In the still young 2017 season, NASCAR is trying to find reasons for fans to get excited. First, there was the implementation of the new stage format. Pre-determined cautions with points awarded to the top 10 drivers mid-race made for some initial curiosity at Daytona International Speedway. However, stage racing has mostly led to more aggressive pit strategies rather than on-track battles for position.
Indeed, with ratings sagging over the next few weeks, NASCAR needed a reason for people to tune in to the races. The fracas between Kyle Busch and Joey Logano at Las Vegas Motor Speedway generated considerable buzz, but it did not generate a noticeable increase in viewership the following weekend at Phoenix International Raceway. Kyle Larson’s triumph at Auto Club Speedway, as well as Chase Elliott’s strong start to the year, gave NASCAR an opportunity to promote some of its young stars. Yet to the sanctioning body’s dismay, no format change, hurt feelings or emerging drivers have created much positive momentum for the 2017 season.
Then, NASCAR made its first trip of the season to Martinsville Speedway, and the Southern Virginia short track did not disappoint.
The STP 500 included a little bit of everything: exciting stage conclusions, frustrated drivers, and young talent on display. But unlike the other Monster Energy NASCAR Cup Series races of 2017, there was no major headline coming out of Martinsville, other than that the racing was superb.
It is true that the stage format did add some excitement to the race. The conclusion of the first stage at Lap 130 came after a short green flag run. With the field still bunched up after a restart, every driver near 10th place was fighting hard to get whatever points they could earn. Having points on the line at that moment resulted in a moment of hard racing that would not have happened under last year’s format.
The ending of the second stage was even more exciting. Busch appeared to have the top spot locked up, but he was having trouble working his way through lapped traffic. With just a few laps to go before the end of the stage, Busch moved Ricky Stenhouse Jr. out of the way, putting the No. 17 a lap down. Yet coming to the green and white checkered flag, Stenhouse returned the favor and unlapped himself. Meanwhile, Elliott snuck past Busch and took the stage win for himself.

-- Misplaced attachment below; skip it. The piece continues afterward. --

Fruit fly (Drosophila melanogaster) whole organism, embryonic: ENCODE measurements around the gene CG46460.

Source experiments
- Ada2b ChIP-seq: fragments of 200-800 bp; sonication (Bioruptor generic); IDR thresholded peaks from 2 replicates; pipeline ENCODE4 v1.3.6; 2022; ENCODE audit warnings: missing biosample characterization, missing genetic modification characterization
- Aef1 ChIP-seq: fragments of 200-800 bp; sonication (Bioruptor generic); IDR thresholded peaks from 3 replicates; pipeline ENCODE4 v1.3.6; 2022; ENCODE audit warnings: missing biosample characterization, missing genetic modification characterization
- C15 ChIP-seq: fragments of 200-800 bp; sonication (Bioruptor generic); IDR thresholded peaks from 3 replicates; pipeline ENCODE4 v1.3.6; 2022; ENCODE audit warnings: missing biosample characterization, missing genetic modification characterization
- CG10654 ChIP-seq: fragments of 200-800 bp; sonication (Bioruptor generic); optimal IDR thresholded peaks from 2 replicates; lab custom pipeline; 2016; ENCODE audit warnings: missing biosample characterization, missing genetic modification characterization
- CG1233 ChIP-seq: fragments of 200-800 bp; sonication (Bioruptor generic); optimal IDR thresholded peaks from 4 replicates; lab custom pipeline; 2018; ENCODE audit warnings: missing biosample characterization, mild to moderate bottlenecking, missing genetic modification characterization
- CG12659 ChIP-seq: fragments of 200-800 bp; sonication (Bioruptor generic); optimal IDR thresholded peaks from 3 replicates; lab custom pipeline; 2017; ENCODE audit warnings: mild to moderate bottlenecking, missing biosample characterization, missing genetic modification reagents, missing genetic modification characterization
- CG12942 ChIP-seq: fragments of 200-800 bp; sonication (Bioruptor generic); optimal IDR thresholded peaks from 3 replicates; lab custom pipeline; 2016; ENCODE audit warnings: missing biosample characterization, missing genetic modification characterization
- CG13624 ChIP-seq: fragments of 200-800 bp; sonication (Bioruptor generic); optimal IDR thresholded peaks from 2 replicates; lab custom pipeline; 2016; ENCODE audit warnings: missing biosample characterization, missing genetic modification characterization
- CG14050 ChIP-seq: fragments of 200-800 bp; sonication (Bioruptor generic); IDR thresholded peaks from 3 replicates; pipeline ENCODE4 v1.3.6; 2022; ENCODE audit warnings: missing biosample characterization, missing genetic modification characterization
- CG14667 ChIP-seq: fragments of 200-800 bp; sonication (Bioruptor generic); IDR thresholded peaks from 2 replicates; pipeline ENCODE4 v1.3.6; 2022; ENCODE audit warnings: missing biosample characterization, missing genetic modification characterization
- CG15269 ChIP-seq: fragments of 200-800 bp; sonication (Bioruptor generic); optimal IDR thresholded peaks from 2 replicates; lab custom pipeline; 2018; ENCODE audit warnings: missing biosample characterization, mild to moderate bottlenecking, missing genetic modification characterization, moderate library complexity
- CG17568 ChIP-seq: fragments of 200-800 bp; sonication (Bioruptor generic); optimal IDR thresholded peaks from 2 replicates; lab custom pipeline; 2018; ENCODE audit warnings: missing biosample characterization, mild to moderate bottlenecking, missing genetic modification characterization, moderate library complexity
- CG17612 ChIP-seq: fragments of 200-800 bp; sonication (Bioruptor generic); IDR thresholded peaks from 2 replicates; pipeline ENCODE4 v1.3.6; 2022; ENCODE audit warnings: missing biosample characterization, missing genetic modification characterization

Having the stage format at Martinsville worked about as well as NASCAR could have wanted. While there was a similar amount of fighting for positions in the closing laps of the stages at Daytona, splitting the race up affected pit strategies the most. Everywhere else, most drivers have not been close enough to each other to display a harder sense of racing immediately before the end of each stage. Yet there is nowhere to hide at Martinsville. As Busch found out, even the leader cannot get away from other drivers who have the power to change the outcome of a race.
Additionally, there were no deliberate wrecks or pit road brawls at Martinsville, yet Sunday’s event was still a reminder that racing is a contact sport. Aside from Busch’s and Stenhouse’s battle, Jimmie Johnson and Ryan Blaney swapped paint and frustration during the course of the race. Danica Patrick had hard battles with both JTG Daugherty Racing drivers. Yet through all the bent fenders and cut tires, nobody really tried to ruin anyone else’s day, and there were no post-race festivities similar to those at Las Vegas. If some of the MENCS drivers are a bit upset with each other after this one, it seems unlikely that those hard feelings will carry over to the next few races.
The young drivers of the Cup Series also made their presence known. Elliott was probably the most impressive, running consistently in the top five throughout the afternoon at a track that has not been kind to him in his brief career. Kyle Larson put on a good show once again, demonstrating great short run speed before fading late. Austin Dillon also made a late charge to secure his first top-five finish of the season.
However, all three aspects of Sunday’s race, the stages, tempers and contact, and young stars, were complimentary to the overall story. That is because the biggest story at Martinsville was good, hard, racing, exemplified by Busch and Brad Keselowski over the last 100 laps. Both drivers spent lap-after-lap running nose to tail, dueling for the lead, until Keselowski made the decisive pass on Lap 458. After coming close at Martinsville several times in the last few seasons, Keselowski and the No. 2 team earned a hard-fought win.
Ultimately, the only thing that will turn NASCAR’s ratings around are more days like Martinsville. High-quality racing was at center stage on Sunday, not race formats, controversy, or young drivers. Most importantly, Martinsville put on a great show without the influence of a playoff or the sanctioning body’s creation of a “Game 7 moment.”
Certainly, Sunday’s race had playoff implications, but it is doubtful that the postseason was anywhere near the front of Keselowski’s or Busch’s mind in the closing laps. All they were focused on was winning that grandfather clock.
If NASCAR’s solution to producing more races like Martinsville is to keep tweaking the MENCS aero package, then good. If the solution is to add more short tracks to the schedule, even better. Yet it should be clear that no amount of format changes or other sideshow will help NASCAR’s fan base grow like the one thing that matters above all else, good racing.
About the author
Bryan began writing for Frontstretch in 2016. He has penned Up to Speed for the past six years. A lifelong fan of racing, Bryan is a published author and aspiring motorsports historian. He is a native of Columbus, Ohio and currently resides in Southwest Florida.
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